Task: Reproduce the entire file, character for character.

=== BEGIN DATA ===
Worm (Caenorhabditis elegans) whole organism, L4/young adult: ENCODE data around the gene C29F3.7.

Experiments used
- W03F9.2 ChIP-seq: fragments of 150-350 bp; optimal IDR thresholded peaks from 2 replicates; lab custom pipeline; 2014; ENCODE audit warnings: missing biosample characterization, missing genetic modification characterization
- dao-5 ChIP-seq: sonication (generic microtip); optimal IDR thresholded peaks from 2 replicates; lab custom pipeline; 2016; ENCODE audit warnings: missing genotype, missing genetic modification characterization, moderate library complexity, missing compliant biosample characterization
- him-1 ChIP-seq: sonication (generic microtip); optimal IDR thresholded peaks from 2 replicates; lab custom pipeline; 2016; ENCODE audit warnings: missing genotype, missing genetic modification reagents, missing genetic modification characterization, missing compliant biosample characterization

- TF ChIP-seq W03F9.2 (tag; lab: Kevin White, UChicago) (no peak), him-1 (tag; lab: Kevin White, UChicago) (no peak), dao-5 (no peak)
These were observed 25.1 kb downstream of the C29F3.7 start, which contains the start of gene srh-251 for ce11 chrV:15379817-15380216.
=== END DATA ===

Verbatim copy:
Worm (Caenorhabditis elegans) whole organism, L4/young adult: ENCODE data around the gene C29F3.7.

Experiments used
- W03F9.2 ChIP-seq: fragments of 150-350 bp; optimal IDR thresholded peaks from 2 replicates; lab custom pipeline; 2014; ENCODE audit warnings: missing biosample characterization, missing genetic modification characterization
- dao-5 ChIP-seq: sonication (generic microtip); optimal IDR thresholded peaks from 2 replicates; lab custom pipeline; 2016; ENCODE audit warnings: missing genotype, missing genetic modification characterization, moderate library complexity, missing compliant biosample characterization
- him-1 ChIP-seq: sonication (generic microtip); optimal IDR thresholded peaks from 2 replicates; lab custom pipeline; 2016; ENCODE audit warnings: missing genotype, missing genetic modification reagents, missing genetic modification characterization, missing compliant biosample characterization

- TF ChIP-seq W03F9.2 (tag; lab: Kevin White, UChicago) (no peak), him-1 (tag; lab: Kevin White, UChicago) (no peak), dao-5 (no peak)
These were observed 25.1 kb downstream of the C29F3.7 start, which contains the start of gene srh-251 for ce11 chrV:15379817-15380216.